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Aug 7th, 12:00 AM

UNISAT-7: A Flexible IOD Platform with Orbital Maneuvering Capabilities

Utah State University, Logan, UT

New Space technology for Small Satellites has greatly advanced in the past five years. These progresses shall match with a swift integration and testing phase, to be readily marketable, therefore IOD missions are essential to expedite project outcomes.

GAUSS has started working on Small Satellites since 1990s, with its first satellite, UNISAT, launched in 2000. In 2013, UNISAT-5 was the first platform to accomplish in-orbit-release of third-party satellites, with UNISAT-6 following in less than one year.

UNISAT-7 is the latest addition to the UNISAT series: a 32kg microsatellite designed and manufactured by GAUSS Srl (a spin-off company of Scuola di Ingegneria Aerospaziale, Sapienza University of Roma), built from scratch thanks to the extensive experience gained with past missions. Launch is scheduled in in Q1 2021.

It is the most complex mission ever flown by GAUSS, and it includes several original GAUSS subsystems developed for Earth Observation, sat-to-ground optical links, navigation, power, RF, and Smallsat in-orbit-deployments. All these subsystems are tested in orbit in specific IOD missions.

Moreover, UNISAT-7 integrates a precise ADCS solution and a newly developed low-thrust, electric propulsion system named REGULUS, from Italian Company Technology for Propulsion and Innovation (T4i), which will allow the satellite to modify its final orbit, as well as to execute housekeeping maneuvers for drag compensation.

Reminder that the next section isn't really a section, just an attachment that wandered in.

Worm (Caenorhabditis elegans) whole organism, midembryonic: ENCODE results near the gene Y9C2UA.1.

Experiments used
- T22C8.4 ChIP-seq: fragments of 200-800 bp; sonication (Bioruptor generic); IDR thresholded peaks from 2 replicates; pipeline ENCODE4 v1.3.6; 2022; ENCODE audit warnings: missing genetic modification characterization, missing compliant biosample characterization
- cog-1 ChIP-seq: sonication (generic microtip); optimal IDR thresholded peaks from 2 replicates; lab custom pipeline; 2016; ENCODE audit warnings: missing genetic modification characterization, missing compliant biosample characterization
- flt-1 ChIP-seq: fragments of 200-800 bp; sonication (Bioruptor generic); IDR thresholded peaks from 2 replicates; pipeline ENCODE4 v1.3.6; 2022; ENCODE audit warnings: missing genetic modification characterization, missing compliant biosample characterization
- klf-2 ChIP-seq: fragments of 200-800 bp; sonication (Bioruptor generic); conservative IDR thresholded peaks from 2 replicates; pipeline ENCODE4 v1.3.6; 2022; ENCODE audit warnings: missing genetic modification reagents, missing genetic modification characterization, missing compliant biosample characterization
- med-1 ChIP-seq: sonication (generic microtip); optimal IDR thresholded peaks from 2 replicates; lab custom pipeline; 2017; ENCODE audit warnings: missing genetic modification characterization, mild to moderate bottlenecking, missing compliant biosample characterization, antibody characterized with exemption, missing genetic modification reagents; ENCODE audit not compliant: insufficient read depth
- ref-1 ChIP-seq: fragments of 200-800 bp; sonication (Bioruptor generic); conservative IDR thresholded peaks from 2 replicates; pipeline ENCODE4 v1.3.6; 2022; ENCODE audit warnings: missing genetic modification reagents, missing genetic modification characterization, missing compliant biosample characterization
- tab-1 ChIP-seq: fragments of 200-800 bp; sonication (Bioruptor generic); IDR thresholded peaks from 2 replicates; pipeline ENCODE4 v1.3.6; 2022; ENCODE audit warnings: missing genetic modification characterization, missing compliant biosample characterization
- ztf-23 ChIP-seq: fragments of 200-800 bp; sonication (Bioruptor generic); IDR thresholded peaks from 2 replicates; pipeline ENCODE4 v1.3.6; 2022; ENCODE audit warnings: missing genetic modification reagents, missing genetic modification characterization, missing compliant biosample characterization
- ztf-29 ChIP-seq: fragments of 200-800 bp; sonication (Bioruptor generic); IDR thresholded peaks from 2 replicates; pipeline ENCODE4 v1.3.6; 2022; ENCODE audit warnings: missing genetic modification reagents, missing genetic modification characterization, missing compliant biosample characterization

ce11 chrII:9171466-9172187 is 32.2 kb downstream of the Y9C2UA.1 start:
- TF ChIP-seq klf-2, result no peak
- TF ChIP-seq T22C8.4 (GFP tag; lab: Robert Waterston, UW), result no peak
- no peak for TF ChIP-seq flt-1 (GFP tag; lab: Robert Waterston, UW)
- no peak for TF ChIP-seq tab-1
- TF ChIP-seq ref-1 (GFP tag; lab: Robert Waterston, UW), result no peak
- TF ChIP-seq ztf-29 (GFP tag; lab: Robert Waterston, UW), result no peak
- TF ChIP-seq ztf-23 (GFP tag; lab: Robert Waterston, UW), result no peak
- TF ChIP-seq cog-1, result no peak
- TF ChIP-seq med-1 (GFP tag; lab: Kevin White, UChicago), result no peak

REGULUS is a propulsive unit based on MEPT (Magnetically Enhanced Plasma Thruster) technology developed inside the propulsion laboratory of the University of Padua. T4i, born as a Spin-off of the University of Padua, industrialized this technology in order to make it fly. REGULUS is T4i very first product that has ever flown into space. Its envelope is 1.5 U of volume, it is equipped with solid iodine propellant and its main features are a thrust level of 0.55 mN and Isp of 550 s at 50 W of input power, and wet mass of 2.5 kg at 3000 Ns of Itot. REGULUS is designed to serve nanosatellite platforms from 6U to 24U and CubeSat carriers.

The integration took place in GAUSS white chamber in Rome in late 2020 and the launch is scheduled in March 2021 from Baikonur as a secondary payload of Soyuz-2-1a/Fregat.

Performances of REGULUS propulsion system are evaluated after the initial commissioning of UNISAT-7.

This key IOD mission paves the way to next UNISAT programs, where GAUSS microsatellites will be able to execute orbital maneuvers before any single CubeSat deployment, in order to efficiently shape customized constellations by using UNISATs as autonomous vehicles for in-orbit-deployment. Provide an informative abstract of no more than 500 words. The abstract should stand alone as a summary of the paper, not as an introduction (i.e., no numerical references). Type the abstract across both columns and fully justified.